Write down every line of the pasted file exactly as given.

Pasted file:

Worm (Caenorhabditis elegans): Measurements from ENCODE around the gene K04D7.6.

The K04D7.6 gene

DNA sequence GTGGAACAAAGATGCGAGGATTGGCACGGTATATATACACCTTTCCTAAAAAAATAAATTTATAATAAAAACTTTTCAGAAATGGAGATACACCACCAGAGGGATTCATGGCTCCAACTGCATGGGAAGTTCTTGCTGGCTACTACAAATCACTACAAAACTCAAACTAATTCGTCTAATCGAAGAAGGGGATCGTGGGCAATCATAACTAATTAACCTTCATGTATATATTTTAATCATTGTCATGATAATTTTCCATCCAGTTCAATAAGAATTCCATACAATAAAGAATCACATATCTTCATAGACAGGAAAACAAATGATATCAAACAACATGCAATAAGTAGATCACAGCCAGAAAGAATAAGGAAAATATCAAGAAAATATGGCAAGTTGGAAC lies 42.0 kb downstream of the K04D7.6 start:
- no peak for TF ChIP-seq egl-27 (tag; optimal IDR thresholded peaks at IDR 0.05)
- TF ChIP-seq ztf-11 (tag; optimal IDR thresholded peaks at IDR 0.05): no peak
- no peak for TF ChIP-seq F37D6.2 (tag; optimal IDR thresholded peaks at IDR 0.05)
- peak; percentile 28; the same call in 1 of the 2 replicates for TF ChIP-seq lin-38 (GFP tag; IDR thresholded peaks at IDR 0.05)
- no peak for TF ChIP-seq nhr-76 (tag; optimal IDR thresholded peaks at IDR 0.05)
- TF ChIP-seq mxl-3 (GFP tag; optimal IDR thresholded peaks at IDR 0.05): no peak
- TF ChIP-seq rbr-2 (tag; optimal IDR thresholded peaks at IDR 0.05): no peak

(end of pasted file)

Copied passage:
Worm (Caenorhabditis elegans): Measurements from ENCODE around the gene K04D7.6.

The K04D7.6 gene

DNA sequence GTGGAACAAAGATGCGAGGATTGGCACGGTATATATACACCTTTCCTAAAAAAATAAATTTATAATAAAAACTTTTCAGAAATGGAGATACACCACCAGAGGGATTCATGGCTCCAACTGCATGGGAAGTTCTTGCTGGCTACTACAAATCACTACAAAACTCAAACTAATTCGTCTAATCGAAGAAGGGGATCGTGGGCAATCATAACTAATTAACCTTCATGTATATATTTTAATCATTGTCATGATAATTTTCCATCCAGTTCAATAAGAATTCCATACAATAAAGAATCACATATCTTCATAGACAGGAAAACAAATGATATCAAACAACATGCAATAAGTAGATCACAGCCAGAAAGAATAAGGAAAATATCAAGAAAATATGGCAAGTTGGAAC lies 42.0 kb downstream of the K04D7.6 start:
- no peak for TF ChIP-seq egl-27 (tag; optimal IDR thresholded peaks at IDR 0.05)
- TF ChIP-seq ztf-11 (tag; optimal IDR thresholded peaks at IDR 0.05): no peak
- no peak for TF ChIP-seq F37D6.2 (tag; optimal IDR thresholded peaks at IDR 0.05)
- peak; percentile 28; the same call in 1 of the 2 replicates for TF ChIP-seq lin-38 (GFP tag; IDR thresholded peaks at IDR 0.05)
- no peak for TF ChIP-seq nhr-76 (tag; optimal IDR thresholded peaks at IDR 0.05)
- TF ChIP-seq mxl-3 (GFP tag; optimal IDR thresholded peaks at IDR 0.05): no peak
- TF ChIP-seq rbr-2 (tag; optimal IDR thresholded peaks at IDR 0.05): no peak